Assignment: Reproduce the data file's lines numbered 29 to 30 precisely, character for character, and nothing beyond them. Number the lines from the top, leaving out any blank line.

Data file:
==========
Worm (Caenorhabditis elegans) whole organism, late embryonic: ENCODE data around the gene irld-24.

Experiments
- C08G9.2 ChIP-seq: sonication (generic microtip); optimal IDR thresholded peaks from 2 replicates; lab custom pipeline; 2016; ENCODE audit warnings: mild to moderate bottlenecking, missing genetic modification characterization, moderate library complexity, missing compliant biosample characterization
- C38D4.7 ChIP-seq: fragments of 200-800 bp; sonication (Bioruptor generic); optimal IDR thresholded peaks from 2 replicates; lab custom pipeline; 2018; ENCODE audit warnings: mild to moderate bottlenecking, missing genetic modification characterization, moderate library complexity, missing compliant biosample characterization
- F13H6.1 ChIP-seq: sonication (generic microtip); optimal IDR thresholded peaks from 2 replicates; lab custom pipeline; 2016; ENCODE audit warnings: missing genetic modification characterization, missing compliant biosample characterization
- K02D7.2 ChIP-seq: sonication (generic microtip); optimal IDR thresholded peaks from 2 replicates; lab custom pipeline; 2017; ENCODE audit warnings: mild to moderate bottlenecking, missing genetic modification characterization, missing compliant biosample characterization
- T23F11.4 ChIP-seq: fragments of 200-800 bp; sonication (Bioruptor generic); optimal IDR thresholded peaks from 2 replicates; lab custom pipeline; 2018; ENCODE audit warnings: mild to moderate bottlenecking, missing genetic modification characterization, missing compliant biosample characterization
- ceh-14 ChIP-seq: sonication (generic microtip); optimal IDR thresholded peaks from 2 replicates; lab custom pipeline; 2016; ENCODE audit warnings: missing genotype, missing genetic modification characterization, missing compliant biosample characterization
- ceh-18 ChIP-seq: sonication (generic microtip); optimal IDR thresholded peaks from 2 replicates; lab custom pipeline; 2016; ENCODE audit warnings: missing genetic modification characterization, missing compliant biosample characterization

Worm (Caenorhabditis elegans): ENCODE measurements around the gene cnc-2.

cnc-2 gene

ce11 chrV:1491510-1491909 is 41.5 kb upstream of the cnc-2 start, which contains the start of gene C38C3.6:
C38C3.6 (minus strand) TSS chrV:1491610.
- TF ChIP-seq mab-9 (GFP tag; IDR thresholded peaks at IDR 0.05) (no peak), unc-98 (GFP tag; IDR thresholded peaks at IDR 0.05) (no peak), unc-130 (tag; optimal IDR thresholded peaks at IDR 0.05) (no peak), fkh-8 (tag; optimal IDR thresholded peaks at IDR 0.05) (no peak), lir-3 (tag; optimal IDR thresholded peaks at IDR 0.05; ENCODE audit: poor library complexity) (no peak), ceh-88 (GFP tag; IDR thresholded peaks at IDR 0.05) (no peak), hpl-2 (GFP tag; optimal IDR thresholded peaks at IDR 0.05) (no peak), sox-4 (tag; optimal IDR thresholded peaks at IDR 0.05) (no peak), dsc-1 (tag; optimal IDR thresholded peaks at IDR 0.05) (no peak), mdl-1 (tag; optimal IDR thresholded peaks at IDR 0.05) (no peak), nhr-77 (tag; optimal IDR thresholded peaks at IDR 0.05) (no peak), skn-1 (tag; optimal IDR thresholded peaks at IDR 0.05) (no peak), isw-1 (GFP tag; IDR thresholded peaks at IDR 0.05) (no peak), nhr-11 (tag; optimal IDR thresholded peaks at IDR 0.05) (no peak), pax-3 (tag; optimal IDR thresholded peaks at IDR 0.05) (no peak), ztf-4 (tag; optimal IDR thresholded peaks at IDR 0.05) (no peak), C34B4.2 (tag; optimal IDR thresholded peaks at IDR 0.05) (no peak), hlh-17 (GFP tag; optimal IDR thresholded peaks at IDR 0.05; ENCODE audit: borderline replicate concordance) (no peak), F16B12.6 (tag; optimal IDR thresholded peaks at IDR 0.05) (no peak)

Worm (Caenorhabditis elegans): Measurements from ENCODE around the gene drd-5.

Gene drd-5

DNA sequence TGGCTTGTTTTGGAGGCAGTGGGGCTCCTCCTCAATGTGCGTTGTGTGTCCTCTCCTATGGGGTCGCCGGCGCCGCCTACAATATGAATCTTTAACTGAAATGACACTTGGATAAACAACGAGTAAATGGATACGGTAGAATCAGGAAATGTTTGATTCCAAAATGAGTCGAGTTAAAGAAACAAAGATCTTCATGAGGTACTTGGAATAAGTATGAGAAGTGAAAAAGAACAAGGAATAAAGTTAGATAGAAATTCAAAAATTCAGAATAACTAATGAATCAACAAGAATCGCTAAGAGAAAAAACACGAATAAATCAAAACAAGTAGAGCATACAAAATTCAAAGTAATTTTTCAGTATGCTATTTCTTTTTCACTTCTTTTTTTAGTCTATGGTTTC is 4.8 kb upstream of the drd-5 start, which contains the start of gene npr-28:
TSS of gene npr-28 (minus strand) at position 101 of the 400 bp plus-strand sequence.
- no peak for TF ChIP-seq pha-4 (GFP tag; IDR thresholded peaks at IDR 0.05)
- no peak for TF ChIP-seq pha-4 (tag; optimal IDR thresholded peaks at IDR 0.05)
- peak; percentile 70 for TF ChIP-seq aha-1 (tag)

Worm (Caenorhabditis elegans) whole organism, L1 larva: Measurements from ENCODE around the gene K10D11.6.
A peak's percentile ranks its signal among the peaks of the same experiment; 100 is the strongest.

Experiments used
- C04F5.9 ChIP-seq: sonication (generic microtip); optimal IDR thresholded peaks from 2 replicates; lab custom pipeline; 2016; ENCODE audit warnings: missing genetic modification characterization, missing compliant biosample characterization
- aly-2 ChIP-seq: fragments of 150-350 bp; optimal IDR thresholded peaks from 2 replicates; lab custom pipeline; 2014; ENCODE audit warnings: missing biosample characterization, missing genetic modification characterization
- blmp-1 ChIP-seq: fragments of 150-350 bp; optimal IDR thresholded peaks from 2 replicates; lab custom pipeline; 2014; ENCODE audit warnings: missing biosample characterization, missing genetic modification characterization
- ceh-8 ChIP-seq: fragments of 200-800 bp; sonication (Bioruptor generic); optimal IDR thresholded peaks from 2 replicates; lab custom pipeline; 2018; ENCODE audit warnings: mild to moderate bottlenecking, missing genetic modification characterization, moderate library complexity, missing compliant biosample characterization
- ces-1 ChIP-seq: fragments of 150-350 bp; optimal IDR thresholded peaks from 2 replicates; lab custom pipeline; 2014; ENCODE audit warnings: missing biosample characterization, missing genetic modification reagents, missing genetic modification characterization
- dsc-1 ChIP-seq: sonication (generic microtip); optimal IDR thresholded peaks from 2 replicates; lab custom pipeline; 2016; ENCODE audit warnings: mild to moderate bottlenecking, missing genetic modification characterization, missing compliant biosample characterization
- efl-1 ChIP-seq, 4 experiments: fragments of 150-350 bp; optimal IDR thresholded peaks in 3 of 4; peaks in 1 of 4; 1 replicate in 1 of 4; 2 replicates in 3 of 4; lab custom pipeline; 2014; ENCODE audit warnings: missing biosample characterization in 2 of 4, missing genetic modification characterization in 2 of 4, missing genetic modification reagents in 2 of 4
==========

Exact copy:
- ces-1 ChIP-seq: fragments of 150-350 bp; optimal IDR thresholded peaks from 2 replicates; lab custom pipeline; 2014; ENCODE audit warnings: missing biosample characterization, missing genetic modification reagents, missing genetic modification characterization
- dsc-1 ChIP-seq: sonication (generic microtip); optimal IDR thresholded peaks from 2 replicates; lab custom pipeline; 2016; ENCODE audit warnings: mild to moderate bottlenecking, missing genetic modification characterization, missing compliant biosample characterization